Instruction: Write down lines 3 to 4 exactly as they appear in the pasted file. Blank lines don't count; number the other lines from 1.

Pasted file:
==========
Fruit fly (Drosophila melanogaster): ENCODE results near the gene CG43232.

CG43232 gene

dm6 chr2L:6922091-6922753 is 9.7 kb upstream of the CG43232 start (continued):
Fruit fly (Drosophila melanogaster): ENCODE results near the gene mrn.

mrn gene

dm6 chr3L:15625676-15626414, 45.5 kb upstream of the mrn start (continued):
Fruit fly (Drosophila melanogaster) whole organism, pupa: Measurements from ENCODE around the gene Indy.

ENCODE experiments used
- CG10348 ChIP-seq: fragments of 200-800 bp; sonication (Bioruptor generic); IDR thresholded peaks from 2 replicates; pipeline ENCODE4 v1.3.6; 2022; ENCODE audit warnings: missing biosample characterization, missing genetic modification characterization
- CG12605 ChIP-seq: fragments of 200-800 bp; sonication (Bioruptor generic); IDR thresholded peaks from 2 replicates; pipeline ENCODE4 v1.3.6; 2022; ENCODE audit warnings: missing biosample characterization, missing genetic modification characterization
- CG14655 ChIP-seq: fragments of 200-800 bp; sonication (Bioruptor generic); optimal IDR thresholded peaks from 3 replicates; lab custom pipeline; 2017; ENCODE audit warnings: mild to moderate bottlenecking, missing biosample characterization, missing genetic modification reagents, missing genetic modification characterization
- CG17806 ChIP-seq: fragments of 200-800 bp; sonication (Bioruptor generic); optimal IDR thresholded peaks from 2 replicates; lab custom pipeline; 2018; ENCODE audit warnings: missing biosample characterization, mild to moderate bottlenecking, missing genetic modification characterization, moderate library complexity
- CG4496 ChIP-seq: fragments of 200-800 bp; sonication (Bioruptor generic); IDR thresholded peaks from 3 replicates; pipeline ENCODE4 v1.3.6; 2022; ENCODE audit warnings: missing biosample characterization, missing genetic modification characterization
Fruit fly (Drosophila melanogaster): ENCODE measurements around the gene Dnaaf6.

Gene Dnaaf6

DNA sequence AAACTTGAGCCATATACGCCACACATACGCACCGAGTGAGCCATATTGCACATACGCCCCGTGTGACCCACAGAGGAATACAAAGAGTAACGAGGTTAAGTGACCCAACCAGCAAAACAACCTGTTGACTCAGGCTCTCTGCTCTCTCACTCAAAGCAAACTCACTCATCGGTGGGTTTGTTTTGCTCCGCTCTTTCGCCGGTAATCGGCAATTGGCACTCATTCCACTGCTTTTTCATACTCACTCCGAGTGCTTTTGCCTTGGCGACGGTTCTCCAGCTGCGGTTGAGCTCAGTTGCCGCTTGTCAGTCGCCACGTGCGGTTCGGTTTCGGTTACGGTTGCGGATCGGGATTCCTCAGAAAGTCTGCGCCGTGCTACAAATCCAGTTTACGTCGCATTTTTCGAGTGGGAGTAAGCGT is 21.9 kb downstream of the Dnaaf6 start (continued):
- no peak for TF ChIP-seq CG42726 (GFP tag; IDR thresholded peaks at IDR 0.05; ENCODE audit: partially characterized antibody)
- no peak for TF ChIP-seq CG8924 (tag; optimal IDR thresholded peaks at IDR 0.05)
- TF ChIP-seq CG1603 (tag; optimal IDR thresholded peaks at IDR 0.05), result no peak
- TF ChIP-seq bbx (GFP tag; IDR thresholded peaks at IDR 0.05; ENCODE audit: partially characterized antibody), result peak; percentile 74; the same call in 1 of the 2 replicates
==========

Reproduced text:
dm6 chr2L:6922091-6922753 is 9.7 kb upstream of the CG43232 start (continued):
Fruit fly (Drosophila melanogaster): ENCODE results near the gene mrn.